Organic in Oregon
Sokol Blosser will release an all-organic wine next year.
Brother and sister Alex and Alison Sokol Blosser are both vice presidents in the family business, with Alex managing the vineyard and Alison in charge of marketing.
Going organic was quite a challenge for one of Oregon's oldest and most highly acclaimed wineries.
Sokol Blosser began organic operations on its 72-acre estate in the celebrated Red Hills of Dundee in 2001.
Unfortunately, that first attempt was not all that --successful, said vineyard manager Alex Sokol Blosser.
"Basically, I had to learn how to ride a bike again. We hired a number of consultants. We read a lot of books, talked to a lot of growers."
One of the initial problems was spray efficacy. "Basically, you try some sprays, and they just don't work," Sokol Blosser said.
A powdery mildew outbreak "got out of control" and forced the winery to go back to conventional farming until the next year.
In 2002, Sokol Blosser fine-tuned its organic management practices and went on to become certified organic by Oregon Tilth in 2005.
Today, Sokol Blosser, which won Sunset magazine's Green Award in 2007 for its sustainable approach to growing and making wines, is one of the few wineries in the state whose estate fruit is all grown organically.
"Our biggest challenge was weed control and definitely mildew and botrytis control," Sokol Blosser said. After experimenting with various implements, Sokol Blosser has settled on an in-the-row cultivator that sits on the side of a tractor and cultivates under the vines.
"Timing is everything on using that tool," Sokol Blosser said. "Use it at the wrong time, and you have to use it a lot more. In the spring, two passes is usually good enough."
The cultivator works to a depth of around an inch.
With 30 to 40 inches of rain a year and hilly ground, one of Sokol Blosser's biggest concerns is erosion control.
Erosion is kept in check with a certified organic ryegrass propagated in Italy that is fall planted in the rows and cultivated out in the spring. For high-use areas of the vineyard needing more erosion control, certified organic straw is used.
"We experimented with a number of things to get on top of mildew (which strikes between May and August) and botrytis (a problem from August through harvest)," Sokol Blosser said.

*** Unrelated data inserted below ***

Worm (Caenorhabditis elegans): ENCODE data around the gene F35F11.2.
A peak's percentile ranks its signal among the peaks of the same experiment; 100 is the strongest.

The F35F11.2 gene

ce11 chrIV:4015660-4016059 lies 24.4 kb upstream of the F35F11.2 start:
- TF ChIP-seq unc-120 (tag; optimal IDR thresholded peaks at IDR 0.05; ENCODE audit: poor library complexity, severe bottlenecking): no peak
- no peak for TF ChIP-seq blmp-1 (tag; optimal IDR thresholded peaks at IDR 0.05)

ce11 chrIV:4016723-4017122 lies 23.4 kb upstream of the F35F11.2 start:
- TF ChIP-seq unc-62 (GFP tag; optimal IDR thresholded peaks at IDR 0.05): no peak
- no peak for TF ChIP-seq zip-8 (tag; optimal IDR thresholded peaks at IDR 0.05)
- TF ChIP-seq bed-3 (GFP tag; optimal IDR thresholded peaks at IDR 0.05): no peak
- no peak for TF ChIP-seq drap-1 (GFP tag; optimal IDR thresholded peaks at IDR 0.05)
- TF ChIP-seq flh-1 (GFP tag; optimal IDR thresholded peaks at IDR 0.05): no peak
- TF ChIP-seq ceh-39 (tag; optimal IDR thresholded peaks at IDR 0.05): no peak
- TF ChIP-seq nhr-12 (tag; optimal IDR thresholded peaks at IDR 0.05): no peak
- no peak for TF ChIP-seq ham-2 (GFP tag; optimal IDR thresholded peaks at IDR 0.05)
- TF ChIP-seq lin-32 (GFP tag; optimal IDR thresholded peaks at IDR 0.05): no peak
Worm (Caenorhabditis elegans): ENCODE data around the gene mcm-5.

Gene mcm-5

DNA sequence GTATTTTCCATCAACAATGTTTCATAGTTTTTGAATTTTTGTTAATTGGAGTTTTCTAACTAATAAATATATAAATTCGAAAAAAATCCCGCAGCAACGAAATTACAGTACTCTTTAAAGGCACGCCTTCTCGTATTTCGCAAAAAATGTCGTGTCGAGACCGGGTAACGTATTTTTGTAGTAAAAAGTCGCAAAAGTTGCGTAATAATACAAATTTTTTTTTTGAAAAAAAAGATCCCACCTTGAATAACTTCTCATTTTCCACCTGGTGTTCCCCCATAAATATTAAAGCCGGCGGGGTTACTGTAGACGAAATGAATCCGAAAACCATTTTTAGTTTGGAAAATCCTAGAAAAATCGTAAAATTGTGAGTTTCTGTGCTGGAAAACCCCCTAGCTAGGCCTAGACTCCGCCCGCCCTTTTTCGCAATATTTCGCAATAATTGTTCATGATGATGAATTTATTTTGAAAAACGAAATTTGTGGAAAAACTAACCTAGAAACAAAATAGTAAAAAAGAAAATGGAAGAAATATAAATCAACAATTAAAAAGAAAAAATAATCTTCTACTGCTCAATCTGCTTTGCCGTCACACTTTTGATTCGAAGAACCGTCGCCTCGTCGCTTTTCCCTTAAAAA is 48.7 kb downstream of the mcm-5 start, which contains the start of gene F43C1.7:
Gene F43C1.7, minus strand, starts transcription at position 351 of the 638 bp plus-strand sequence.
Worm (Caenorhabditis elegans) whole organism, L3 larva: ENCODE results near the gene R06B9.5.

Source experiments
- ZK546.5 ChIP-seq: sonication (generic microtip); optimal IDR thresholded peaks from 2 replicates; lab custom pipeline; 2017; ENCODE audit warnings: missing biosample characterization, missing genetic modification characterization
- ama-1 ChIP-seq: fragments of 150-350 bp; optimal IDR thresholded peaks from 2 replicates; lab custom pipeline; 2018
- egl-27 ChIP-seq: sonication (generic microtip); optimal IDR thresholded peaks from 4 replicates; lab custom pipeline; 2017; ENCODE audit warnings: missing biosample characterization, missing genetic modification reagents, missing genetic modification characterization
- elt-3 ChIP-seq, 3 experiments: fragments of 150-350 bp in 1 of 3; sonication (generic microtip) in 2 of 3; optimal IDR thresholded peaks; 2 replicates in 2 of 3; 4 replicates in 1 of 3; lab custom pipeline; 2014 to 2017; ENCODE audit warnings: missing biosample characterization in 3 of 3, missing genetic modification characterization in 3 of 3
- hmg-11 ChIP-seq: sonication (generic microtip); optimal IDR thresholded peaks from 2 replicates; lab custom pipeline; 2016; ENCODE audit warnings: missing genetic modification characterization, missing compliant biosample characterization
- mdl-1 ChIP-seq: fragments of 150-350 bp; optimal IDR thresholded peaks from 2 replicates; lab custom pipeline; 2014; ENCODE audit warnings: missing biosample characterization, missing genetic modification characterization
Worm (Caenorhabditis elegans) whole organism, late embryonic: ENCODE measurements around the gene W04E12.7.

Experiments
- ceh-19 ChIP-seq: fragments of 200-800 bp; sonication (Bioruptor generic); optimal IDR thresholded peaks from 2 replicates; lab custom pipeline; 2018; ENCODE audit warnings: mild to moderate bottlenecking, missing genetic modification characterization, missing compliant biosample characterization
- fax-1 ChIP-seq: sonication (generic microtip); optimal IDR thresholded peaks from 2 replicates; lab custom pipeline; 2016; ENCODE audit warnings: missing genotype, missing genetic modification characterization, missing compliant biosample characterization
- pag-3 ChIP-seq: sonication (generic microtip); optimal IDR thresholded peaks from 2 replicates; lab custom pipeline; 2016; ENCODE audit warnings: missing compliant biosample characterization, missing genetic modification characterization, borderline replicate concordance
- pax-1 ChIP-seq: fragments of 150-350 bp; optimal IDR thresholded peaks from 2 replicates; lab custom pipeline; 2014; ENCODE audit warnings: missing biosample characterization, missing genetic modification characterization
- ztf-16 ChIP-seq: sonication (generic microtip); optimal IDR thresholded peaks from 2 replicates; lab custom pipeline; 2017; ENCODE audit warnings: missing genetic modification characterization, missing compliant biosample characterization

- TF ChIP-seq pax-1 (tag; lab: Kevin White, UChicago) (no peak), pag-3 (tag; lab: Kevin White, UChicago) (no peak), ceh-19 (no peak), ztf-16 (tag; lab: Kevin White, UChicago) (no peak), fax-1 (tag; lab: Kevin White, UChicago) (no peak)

To combat powdery mildew, he uses sulfur, the biofungicides Sonata (Bacillus pumilus) and Serenade (Bacillus subtilis), and Kaligreen and Milstop (both potassium bicarbonates).
But the treatments themselves are only part of the picture.
Spray coverage key
"The thing with spraying is not just the chemicals you're using but the coverage," Sokol Blosser said. "It's how fast is your tractor going, is your sprayer calibrated, how many gallons of water you're using per acre?"
Instead of spraying every two weeks, the cycle is now every ten days. In addition, the tractor applying the treatments has been slowed down. "We're using more water per acre. If we were using 50 to 60 [gallons] before, we're using 75 now to really soak the vines."
With the growing popularity of organic production, new materials approved by the Organic Materials Review Institute are coming out every year, Sokol Blosser said. An example for 2007 is Actinovate, a broad spectrum, beneficial Streptomyces bacterium that is used in its spore form to treat both powdery mildew and botrytis.
"One of the big challenges of organic farming is treating diseases once they become established," Sokol Blosser said. "Most of what you're doing is preventive. Once you get mildew in your vineyard, there are no [approved] eradicators."
One of the companies Sokol Blosser turned to for help in establishing his organic operation was Oregon Vineyard Supply in McMinnville, Oregon. OVS also supplies Sokol Blosser and other Oregon vineyards with organic inputs, from fertilizers to foliar sprays.
OVS crop consultant Mark Gibbs estimates that around 15 to 20 percent of Oregon wine grape acreage in the Willamette Valley is under certified organic production today. Gibbs said that Sokol Blosser is representative of other organic wine grape growers in terms of the challenges they face.
"They certainly face issues with disease control, particularly powdery mildew, as well as botrytis some years," Gibbs said.
Several fertilizers are approved for organics, Gibbs explained, including fishmeal and different formulations of chicken and beef byproducts. Gibbs pointed out that livestock byproducts, such as manure and bone meal, don't have to originate on certified farms to be approved by OMRI. "The animal itself does not have to be certified organic."
In addition to soil-applied fertilizers, there are also several foliar-applied nutrients on the market: amino acid chelates that help make nutrients available, Acadian kelp, whey, fish, and humates, the latter a derivative of decayed plant material.
Biocontrols, in addition to those Sokol Blosser mentioned, include parasitic mites that prey on their tissue-consuming cousins.
Gibbs said that another important ingredient in a certified organic operation is organic-approved limes and dolomite limes.
Pure Spray, a highly refined mineral oil, is also used to treat for powdery mildew.
Sokol Blosser said that at first it was more expensive to farm organically than conventionally, but that as he adapted to the new system, the two management practices reached parity. "It doesn't cost more to farm organically, it's just the transition is what costs more."
Since Sokol Blosser blends off-estate, conventionally grown grapes with its estate wines, it has not been able to declare on the label that its wines are totally organically grown. That will change with the 2006 Pinot Noir vintage, which is due to be 100 percent estate bottled and will be released in the fall of 2008.